The friends I’ve made in Houston fall into two distinct categories — the single people who rent apartments in the area inside and around Interstate 610, otherwise known as the “Loop,” and the young married people who buy homes. Most of my friends are in the second category and there is no overlap between the two. None of my friends here have children yet, but the first step from marriage to family seems to be dogs, which leads to the necessity of a yard and house. However, the thing about being young and looking for a house in Houston is that you don’t really look in Houston. Homes in nice parts of the city easily start at $500,000. Those of us who aren’t making bank by working for one of the many oil companies here instead look in the suburbs — for example, Sugarland, Katy, Cypress, or where we ended up, Pearland.
When Eric and I started dating in Tulsa, we both lived in student housing on our university’s campus. We became engaged before my last year of school, and during my senior year we rented a house together nearby, in an area that I never would’ve considered without him because it was the “shady” part of town. It felt grown-up and somewhat unconventional coming from my traditional background, to be living with my fiancé, but I never was comfortable in our renthouse. It may have been the rats that plagued that neighborhood (we named ours Oreo after he devoured a full package of Oreos left on the counter one night), or the fact that I awoke on the morning of my 22nd birthday to a gunshot from a domestic dispute down the street. When we made plans to move to Houston two months after our wedding, I was excited to move on to the next stage of our life. I was also apprehensive at the prospect of living near one of the largest cities in the United States.
Compared to Tulsa, Houston was overwhelming, and the Interstates we had to take if we wanted to drive into the city itself were terrifying. We knew we couldn’t live in the city, because the houses were too expensive and apartments didn’t offer enough room for the high-energy dog we’d adopted in Tulsa. After the long process that buying a house entails, I comfortably settled into the suburb of Pearland, where I could drive to the grocery store or the movie theater without facing city traffic. Occasionally, Eric and I drove into Houston for a change of pace, but he always did the driving and the city was so massive that I had no sense of where anything was. It still felt foreign to me.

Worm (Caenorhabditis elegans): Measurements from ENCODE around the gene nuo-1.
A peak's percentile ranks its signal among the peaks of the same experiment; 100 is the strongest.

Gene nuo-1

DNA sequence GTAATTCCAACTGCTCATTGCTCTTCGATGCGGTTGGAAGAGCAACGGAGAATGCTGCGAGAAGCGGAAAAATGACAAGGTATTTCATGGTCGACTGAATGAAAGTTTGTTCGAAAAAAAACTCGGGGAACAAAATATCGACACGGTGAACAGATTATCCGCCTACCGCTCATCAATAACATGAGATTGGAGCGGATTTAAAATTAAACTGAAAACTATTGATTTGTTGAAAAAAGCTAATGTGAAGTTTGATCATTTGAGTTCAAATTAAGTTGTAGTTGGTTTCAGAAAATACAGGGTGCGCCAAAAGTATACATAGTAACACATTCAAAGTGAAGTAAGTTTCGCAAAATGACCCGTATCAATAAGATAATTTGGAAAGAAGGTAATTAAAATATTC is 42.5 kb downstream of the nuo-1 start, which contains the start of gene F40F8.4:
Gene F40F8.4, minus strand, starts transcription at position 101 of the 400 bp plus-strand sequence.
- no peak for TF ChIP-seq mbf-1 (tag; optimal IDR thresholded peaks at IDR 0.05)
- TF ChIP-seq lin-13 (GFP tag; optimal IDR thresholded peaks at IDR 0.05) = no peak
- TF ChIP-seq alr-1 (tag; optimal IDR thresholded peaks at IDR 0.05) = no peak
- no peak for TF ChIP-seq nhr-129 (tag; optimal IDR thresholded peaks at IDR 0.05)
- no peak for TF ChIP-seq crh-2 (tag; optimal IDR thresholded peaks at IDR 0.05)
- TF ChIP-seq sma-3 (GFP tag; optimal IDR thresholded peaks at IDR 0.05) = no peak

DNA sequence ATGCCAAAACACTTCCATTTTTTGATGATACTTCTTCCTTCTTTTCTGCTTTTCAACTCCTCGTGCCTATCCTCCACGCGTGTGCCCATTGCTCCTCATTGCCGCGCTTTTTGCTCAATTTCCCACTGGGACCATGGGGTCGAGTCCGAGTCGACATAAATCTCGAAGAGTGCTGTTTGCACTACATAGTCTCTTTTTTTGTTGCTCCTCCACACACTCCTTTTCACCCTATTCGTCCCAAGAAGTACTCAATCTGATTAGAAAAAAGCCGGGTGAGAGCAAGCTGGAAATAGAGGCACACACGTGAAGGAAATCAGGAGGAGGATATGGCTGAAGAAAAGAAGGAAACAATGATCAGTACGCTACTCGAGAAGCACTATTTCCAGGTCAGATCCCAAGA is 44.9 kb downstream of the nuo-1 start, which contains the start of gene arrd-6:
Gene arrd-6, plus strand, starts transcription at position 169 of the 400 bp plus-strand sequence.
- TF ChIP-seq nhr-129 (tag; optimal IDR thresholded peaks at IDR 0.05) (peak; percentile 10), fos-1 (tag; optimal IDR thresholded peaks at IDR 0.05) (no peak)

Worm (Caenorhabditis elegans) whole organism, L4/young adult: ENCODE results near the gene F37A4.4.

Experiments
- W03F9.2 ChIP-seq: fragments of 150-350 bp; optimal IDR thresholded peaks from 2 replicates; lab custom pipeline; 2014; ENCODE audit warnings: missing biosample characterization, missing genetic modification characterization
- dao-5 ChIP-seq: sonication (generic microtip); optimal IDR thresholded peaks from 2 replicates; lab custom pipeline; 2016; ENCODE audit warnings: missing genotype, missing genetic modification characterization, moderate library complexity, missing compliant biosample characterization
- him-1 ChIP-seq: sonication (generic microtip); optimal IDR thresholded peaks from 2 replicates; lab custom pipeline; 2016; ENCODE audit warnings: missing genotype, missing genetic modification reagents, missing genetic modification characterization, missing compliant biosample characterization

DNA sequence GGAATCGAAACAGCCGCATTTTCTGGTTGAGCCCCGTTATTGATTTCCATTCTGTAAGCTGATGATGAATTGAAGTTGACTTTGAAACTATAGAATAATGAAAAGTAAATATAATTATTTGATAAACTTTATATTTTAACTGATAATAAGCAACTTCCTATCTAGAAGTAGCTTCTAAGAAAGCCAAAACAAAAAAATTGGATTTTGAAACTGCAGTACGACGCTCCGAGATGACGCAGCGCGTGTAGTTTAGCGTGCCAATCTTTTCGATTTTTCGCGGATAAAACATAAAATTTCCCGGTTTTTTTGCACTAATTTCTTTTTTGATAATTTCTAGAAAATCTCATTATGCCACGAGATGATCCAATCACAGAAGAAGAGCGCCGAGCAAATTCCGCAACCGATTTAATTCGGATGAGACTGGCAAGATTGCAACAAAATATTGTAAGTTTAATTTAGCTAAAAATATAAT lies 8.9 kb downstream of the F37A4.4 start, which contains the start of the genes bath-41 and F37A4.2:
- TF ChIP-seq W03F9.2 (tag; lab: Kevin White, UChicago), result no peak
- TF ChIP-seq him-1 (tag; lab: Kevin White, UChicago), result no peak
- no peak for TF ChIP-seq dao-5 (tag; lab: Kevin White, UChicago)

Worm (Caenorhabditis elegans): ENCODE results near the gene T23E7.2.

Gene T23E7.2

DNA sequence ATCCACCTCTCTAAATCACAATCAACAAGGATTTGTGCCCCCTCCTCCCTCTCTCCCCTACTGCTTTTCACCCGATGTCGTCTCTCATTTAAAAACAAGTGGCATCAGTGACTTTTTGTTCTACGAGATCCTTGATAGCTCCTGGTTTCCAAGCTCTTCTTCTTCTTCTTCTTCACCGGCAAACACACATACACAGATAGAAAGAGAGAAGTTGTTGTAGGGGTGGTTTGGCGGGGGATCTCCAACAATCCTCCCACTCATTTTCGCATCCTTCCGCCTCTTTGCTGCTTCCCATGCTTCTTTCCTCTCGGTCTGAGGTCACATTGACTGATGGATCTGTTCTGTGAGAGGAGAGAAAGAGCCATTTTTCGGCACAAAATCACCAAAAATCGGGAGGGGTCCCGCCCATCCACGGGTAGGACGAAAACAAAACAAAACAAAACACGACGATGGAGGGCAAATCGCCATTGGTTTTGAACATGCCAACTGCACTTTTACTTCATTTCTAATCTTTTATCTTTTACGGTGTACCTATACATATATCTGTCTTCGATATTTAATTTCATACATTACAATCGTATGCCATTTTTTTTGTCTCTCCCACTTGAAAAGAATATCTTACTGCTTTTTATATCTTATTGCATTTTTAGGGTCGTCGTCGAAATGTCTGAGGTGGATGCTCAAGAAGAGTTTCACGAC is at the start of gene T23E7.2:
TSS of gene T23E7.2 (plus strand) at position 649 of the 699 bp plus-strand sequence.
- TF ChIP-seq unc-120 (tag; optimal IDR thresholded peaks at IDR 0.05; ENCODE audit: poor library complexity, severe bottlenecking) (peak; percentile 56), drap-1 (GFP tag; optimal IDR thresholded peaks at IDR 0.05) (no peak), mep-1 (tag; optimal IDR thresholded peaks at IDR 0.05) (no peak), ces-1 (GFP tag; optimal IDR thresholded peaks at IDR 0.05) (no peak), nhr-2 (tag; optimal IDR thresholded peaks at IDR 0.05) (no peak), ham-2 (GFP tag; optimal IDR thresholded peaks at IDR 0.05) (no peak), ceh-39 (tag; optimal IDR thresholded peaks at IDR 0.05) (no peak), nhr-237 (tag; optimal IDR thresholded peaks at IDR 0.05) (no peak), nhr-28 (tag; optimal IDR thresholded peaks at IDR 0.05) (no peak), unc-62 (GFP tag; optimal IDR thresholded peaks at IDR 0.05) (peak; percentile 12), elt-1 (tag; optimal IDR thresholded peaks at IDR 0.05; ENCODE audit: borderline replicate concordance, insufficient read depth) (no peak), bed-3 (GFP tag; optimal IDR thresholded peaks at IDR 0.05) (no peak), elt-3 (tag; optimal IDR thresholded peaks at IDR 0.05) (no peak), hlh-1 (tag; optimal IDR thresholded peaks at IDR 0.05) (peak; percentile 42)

When I got a job in the city, it took a week or two of very stressed driving, but I finally started to relax. I got to know the Houston landscape along with the unique stores and restaurants there. Suddenly, I saw the distance between my house in Pearland and the energy of Houston as a disadvantage. I was jealous of my single friends and their city apartments. Since I’ve never lived in an apartment myself, I felt like I was missing out. My friends who live in the city always seem surrounded by so much life and energy. They can be spontaneous without driving for 30 minutes. They can go home on their breaks to walk their dogs or eat lunch. They have easy access to restaurants besides suburban staples like Chili’s and shops besides Target. While my friends with apartments are jealous of the square footage of my house, I’m jealous of their easy access to the things I’ve grown to love about Houston.
While I envy my friends the faster pace of their lives in Houston, part of me accepts that apartment life isn’t something I’ll try for myself. I married someone who is big, tall and loves his space. We have two dogs now and one is a Siberian Husky who’s taken over our backyard. She would be miserable without it and we would be miserable without her, and honestly, seeing my family so happy where we are makes our house feel like home to me. I don’t love our neighbors, but I know that we would have neighbors in the city and that some of them would be just as obnoxious as the grass-height sticklers in our homeowners’ association.
The truth is that if I wanted to, I could be living in an apartment right now. Part of adulthood is making choices about the lifestyle you want. I chose to live in a suburb with my husband because I want everything that a life with him promises. Settling down in a house that can hold all of our stuff, our dogs and maybe eventually a baby feels more permanent than a place where a lease expiring and rent going up could mean we would move again after only a year. That feeling makes our house in Pearland the first place that feels like home to me in a decade of more transient living before and during college. In spite of my fantasies about what life in the city could be, I know the reality would include losing the feeling of stability that I love about this place. There are precious things about our life in Pearland and anytime I want to go out for drinks downtown, they’re only an Interstate drive away.